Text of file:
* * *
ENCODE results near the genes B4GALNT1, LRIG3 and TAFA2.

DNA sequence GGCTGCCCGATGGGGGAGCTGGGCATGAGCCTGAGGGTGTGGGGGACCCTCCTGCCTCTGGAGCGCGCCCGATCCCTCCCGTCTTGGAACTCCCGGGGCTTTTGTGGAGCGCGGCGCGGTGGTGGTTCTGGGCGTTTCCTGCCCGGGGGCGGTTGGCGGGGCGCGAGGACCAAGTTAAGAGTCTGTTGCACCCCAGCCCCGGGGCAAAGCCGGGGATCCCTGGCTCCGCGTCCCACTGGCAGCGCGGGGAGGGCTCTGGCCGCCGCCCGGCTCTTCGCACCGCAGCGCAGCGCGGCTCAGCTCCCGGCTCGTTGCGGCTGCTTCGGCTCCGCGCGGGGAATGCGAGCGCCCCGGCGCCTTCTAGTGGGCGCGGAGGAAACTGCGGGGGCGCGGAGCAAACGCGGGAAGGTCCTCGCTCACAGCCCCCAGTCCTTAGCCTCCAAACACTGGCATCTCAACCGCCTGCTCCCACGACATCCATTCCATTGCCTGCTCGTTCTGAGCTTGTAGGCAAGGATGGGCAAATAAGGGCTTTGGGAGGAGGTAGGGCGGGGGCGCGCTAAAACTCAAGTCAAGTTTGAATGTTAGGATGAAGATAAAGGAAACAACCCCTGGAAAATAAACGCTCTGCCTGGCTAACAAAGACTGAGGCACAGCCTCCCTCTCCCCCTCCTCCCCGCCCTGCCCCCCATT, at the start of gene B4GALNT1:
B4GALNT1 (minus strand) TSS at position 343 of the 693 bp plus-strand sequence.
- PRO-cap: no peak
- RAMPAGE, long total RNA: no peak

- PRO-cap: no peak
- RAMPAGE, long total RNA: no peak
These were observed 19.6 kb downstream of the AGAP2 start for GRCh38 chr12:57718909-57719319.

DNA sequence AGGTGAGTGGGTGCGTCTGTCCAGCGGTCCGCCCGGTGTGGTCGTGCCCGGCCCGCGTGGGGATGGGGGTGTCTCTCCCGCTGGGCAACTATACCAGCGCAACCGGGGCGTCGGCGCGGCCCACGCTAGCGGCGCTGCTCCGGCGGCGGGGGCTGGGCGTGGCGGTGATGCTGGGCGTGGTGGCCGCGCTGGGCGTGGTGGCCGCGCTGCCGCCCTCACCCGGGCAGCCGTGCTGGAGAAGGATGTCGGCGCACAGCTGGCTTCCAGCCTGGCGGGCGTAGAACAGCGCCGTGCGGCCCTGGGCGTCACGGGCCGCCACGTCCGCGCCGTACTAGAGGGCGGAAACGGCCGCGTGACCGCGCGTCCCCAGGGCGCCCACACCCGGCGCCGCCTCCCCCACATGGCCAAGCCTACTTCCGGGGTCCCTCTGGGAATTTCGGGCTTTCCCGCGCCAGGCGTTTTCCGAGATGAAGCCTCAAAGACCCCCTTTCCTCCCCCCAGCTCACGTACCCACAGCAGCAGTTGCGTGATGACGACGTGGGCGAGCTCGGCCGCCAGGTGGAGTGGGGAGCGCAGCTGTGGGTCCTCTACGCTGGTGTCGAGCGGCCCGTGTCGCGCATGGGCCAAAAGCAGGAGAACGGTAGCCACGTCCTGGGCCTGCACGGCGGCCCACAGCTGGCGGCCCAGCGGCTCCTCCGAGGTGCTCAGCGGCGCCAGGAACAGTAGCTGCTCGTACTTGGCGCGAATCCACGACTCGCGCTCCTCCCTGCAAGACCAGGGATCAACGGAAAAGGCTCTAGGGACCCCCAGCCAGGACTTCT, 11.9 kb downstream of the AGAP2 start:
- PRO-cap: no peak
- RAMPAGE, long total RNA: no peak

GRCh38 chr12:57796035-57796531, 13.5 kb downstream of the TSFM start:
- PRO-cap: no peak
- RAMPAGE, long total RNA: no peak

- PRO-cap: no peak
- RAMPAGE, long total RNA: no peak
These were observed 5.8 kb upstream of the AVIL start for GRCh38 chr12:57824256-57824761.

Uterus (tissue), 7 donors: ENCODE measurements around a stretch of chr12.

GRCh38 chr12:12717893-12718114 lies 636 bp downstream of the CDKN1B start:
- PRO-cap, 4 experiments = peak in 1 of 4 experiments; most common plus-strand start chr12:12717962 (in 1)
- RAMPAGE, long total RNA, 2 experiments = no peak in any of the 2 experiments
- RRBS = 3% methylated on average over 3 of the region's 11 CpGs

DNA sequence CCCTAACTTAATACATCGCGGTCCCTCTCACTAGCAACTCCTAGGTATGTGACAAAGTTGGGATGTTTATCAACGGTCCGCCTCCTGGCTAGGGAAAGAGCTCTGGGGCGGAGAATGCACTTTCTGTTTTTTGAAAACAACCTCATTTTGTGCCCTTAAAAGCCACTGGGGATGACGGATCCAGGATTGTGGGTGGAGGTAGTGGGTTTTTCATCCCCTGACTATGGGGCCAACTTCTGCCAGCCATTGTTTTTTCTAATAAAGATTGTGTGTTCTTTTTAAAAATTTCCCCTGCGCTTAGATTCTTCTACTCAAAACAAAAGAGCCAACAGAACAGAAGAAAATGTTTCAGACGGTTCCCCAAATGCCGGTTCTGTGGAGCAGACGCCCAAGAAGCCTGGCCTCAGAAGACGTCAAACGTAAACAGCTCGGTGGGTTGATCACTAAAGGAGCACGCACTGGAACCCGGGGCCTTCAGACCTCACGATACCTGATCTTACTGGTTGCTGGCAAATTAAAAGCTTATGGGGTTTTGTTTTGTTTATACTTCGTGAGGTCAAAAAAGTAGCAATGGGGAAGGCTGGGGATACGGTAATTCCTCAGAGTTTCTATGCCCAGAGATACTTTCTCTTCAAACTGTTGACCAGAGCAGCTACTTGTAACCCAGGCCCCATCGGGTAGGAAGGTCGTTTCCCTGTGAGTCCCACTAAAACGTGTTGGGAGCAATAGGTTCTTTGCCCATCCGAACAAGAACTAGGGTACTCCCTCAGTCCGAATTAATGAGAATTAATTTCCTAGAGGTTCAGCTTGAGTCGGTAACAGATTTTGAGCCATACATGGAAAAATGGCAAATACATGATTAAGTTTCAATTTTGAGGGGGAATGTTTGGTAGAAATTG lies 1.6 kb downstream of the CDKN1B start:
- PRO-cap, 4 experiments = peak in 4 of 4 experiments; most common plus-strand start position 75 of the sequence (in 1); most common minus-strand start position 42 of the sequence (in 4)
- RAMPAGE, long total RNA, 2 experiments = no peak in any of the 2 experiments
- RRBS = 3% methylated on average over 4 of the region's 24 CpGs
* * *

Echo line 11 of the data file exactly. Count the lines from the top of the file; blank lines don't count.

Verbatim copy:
- RAMPAGE, long total RNA: no peak